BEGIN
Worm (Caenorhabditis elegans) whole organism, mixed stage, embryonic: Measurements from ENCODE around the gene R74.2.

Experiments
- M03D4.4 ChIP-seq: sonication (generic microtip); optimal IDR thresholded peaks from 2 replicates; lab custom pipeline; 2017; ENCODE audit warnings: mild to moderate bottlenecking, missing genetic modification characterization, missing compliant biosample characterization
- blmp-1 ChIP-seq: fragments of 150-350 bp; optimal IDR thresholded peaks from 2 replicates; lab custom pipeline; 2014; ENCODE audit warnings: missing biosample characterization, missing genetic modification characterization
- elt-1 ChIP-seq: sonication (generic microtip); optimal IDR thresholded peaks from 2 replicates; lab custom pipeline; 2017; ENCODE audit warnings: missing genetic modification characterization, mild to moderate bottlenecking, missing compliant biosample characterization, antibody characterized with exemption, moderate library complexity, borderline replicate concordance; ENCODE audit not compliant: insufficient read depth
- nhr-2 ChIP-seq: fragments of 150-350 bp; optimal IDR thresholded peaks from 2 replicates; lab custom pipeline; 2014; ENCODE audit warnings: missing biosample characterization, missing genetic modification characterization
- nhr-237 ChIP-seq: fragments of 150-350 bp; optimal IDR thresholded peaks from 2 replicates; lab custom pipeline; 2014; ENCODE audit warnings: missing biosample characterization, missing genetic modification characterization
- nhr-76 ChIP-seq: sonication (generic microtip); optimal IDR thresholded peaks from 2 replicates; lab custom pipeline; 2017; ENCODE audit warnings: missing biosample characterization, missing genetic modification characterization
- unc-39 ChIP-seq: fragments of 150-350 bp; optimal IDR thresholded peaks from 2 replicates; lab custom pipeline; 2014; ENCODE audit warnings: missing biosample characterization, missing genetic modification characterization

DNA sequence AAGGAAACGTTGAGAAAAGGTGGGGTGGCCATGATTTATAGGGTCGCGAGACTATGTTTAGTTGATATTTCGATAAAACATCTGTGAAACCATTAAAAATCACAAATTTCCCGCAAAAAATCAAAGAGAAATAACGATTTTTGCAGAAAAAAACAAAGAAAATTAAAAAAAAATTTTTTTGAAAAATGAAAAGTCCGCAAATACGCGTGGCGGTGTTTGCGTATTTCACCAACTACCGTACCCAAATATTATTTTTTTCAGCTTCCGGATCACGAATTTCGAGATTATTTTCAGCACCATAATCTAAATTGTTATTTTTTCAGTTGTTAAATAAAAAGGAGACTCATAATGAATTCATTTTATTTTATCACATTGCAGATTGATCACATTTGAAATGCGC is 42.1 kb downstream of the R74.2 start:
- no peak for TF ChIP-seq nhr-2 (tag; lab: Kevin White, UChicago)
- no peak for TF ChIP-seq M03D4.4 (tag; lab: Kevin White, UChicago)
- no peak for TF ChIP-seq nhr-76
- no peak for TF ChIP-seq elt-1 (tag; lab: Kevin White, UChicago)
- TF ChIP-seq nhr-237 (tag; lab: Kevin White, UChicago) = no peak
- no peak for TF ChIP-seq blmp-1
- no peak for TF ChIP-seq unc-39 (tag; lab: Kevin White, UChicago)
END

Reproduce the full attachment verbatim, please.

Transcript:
Worm (Caenorhabditis elegans) whole organism, mixed stage, embryonic: Measurements from ENCODE around the gene R74.2.

Experiments
- M03D4.4 ChIP-seq: sonication (generic microtip); optimal IDR thresholded peaks from 2 replicates; lab custom pipeline; 2017; ENCODE audit warnings: mild to moderate bottlenecking, missing genetic modification characterization, missing compliant biosample characterization
- blmp-1 ChIP-seq: fragments of 150-350 bp; optimal IDR thresholded peaks from 2 replicates; lab custom pipeline; 2014; ENCODE audit warnings: missing biosample characterization, missing genetic modification characterization
- elt-1 ChIP-seq: sonication (generic microtip); optimal IDR thresholded peaks from 2 replicates; lab custom pipeline; 2017; ENCODE audit warnings: missing genetic modification characterization, mild to moderate bottlenecking, missing compliant biosample characterization, antibody characterized with exemption, moderate library complexity, borderline replicate concordance; ENCODE audit not compliant: insufficient read depth
- nhr-2 ChIP-seq: fragments of 150-350 bp; optimal IDR thresholded peaks from 2 replicates; lab custom pipeline; 2014; ENCODE audit warnings: missing biosample characterization, missing genetic modification characterization
- nhr-237 ChIP-seq: fragments of 150-350 bp; optimal IDR thresholded peaks from 2 replicates; lab custom pipeline; 2014; ENCODE audit warnings: missing biosample characterization, missing genetic modification characterization
- nhr-76 ChIP-seq: sonication (generic microtip); optimal IDR thresholded peaks from 2 replicates; lab custom pipeline; 2017; ENCODE audit warnings: missing biosample characterization, missing genetic modification characterization
- unc-39 ChIP-seq: fragments of 150-350 bp; optimal IDR thresholded peaks from 2 replicates; lab custom pipeline; 2014; ENCODE audit warnings: missing biosample characterization, missing genetic modification characterization

DNA sequence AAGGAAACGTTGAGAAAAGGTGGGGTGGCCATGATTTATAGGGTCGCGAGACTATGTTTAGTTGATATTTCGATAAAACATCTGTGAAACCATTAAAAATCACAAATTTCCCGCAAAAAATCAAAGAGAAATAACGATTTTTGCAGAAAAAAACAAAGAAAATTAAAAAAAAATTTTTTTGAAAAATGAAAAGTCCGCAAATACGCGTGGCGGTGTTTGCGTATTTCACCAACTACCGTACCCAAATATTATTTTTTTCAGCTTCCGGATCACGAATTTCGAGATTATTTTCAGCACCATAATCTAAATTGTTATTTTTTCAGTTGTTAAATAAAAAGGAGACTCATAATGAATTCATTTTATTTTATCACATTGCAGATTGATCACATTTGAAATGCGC is 42.1 kb downstream of the R74.2 start:
- no peak for TF ChIP-seq nhr-2 (tag; lab: Kevin White, UChicago)
- no peak for TF ChIP-seq M03D4.4 (tag; lab: Kevin White, UChicago)
- no peak for TF ChIP-seq nhr-76
- no peak for TF ChIP-seq elt-1 (tag; lab: Kevin White, UChicago)
- TF ChIP-seq nhr-237 (tag; lab: Kevin White, UChicago) = no peak
- no peak for TF ChIP-seq blmp-1
- no peak for TF ChIP-seq unc-39 (tag; lab: Kevin White, UChicago)